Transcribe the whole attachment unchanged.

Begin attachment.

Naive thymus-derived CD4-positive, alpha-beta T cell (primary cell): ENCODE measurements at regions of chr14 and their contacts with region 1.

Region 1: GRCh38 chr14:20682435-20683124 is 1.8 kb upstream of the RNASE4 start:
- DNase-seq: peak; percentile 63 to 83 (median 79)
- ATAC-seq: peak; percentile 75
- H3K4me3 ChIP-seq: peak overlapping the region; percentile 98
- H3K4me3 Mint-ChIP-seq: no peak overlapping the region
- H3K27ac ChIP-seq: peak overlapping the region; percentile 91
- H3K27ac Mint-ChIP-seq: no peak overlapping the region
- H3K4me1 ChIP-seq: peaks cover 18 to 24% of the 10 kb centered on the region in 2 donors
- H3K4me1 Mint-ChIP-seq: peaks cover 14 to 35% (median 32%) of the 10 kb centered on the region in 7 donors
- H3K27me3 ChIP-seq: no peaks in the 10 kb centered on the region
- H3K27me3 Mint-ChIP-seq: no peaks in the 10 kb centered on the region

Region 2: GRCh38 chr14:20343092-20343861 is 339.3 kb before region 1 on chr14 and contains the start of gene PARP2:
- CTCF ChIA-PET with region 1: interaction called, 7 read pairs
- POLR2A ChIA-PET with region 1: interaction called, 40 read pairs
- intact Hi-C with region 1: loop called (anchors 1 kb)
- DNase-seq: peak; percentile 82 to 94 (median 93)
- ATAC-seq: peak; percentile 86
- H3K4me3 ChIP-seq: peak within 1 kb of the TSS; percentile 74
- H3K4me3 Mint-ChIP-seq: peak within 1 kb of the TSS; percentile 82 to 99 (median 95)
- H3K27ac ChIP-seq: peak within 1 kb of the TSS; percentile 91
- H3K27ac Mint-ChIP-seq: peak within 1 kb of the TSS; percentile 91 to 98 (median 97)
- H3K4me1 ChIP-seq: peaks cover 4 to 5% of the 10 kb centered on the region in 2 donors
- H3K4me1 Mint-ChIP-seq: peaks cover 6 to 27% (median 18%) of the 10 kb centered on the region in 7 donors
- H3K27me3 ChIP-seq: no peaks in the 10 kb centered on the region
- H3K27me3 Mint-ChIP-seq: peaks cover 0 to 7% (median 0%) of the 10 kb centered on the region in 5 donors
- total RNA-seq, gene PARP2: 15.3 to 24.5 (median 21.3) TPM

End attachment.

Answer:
Naive thymus-derived CD4-positive, alpha-beta T cell (primary cell): ENCODE measurements at regions of chr14 and their contacts with region 1.

Region 1: GRCh38 chr14:20682435-20683124 is 1.8 kb upstream of the RNASE4 start:
- DNase-seq: peak; percentile 63 to 83 (median 79)
- ATAC-seq: peak; percentile 75
- H3K4me3 ChIP-seq: peak overlapping the region; percentile 98
- H3K4me3 Mint-ChIP-seq: no peak overlapping the region
- H3K27ac ChIP-seq: peak overlapping the region; percentile 91
- H3K27ac Mint-ChIP-seq: no peak overlapping the region
- H3K4me1 ChIP-seq: peaks cover 18 to 24% of the 10 kb centered on the region in 2 donors
- H3K4me1 Mint-ChIP-seq: peaks cover 14 to 35% (median 32%) of the 10 kb centered on the region in 7 donors
- H3K27me3 ChIP-seq: no peaks in the 10 kb centered on the region
- H3K27me3 Mint-ChIP-seq: no peaks in the 10 kb centered on the region

Region 2: GRCh38 chr14:20343092-20343861 is 339.3 kb before region 1 on chr14 and contains the start of gene PARP2:
- CTCF ChIA-PET with region 1: interaction called, 7 read pairs
- POLR2A ChIA-PET with region 1: interaction called, 40 read pairs
- intact Hi-C with region 1: loop called (anchors 1 kb)
- DNase-seq: peak; percentile 82 to 94 (median 93)
- ATAC-seq: peak; percentile 86
- H3K4me3 ChIP-seq: peak within 1 kb of the TSS; percentile 74
- H3K4me3 Mint-ChIP-seq: peak within 1 kb of the TSS; percentile 82 to 99 (median 95)
- H3K27ac ChIP-seq: peak within 1 kb of the TSS; percentile 91
- H3K27ac Mint-ChIP-seq: peak within 1 kb of the TSS; percentile 91 to 98 (median 97)
- H3K4me1 ChIP-seq: peaks cover 4 to 5% of the 10 kb centered on the region in 2 donors
- H3K4me1 Mint-ChIP-seq: peaks cover 6 to 27% (median 18%) of the 10 kb centered on the region in 7 donors
- H3K27me3 ChIP-seq: no peaks in the 10 kb centered on the region
- H3K27me3 Mint-ChIP-seq: peaks cover 0 to 7% (median 0%) of the 10 kb centered on the region in 5 donors
- total RNA-seq, gene PARP2: 15.3 to 24.5 (median 21.3) TPM